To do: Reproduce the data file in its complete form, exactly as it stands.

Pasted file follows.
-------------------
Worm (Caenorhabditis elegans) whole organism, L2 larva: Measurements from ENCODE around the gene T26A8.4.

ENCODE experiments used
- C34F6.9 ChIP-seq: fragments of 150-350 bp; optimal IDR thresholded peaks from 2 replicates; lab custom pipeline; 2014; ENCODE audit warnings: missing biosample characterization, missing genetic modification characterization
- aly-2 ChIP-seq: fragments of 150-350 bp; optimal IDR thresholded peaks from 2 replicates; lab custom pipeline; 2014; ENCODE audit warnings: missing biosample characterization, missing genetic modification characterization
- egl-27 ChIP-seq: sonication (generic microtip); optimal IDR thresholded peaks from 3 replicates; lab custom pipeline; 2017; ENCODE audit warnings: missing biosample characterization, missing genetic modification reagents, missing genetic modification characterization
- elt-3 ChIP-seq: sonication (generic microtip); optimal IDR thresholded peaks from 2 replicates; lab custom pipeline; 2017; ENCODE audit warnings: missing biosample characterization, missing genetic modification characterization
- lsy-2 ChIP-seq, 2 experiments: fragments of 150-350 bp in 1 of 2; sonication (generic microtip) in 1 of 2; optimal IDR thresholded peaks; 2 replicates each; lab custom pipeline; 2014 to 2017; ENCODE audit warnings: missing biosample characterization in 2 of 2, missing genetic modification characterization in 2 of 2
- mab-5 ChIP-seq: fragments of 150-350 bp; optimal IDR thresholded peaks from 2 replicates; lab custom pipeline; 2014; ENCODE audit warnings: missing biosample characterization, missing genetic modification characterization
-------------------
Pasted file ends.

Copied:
Worm (Caenorhabditis elegans) whole organism, L2 larva: Measurements from ENCODE around the gene T26A8.4.

ENCODE experiments used
- C34F6.9 ChIP-seq: fragments of 150-350 bp; optimal IDR thresholded peaks from 2 replicates; lab custom pipeline; 2014; ENCODE audit warnings: missing biosample characterization, missing genetic modification characterization
- aly-2 ChIP-seq: fragments of 150-350 bp; optimal IDR thresholded peaks from 2 replicates; lab custom pipeline; 2014; ENCODE audit warnings: missing biosample characterization, missing genetic modification characterization
- egl-27 ChIP-seq: sonication (generic microtip); optimal IDR thresholded peaks from 3 replicates; lab custom pipeline; 2017; ENCODE audit warnings: missing biosample characterization, missing genetic modification reagents, missing genetic modification characterization
- elt-3 ChIP-seq: sonication (generic microtip); optimal IDR thresholded peaks from 2 replicates; lab custom pipeline; 2017; ENCODE audit warnings: missing biosample characterization, missing genetic modification characterization
- lsy-2 ChIP-seq, 2 experiments: fragments of 150-350 bp in 1 of 2; sonication (generic microtip) in 1 of 2; optimal IDR thresholded peaks; 2 replicates each; lab custom pipeline; 2014 to 2017; ENCODE audit warnings: missing biosample characterization in 2 of 2, missing genetic modification characterization in 2 of 2
- mab-5 ChIP-seq: fragments of 150-350 bp; optimal IDR thresholded peaks from 2 replicates; lab custom pipeline; 2014; ENCODE audit warnings: missing biosample characterization, missing genetic modification characterization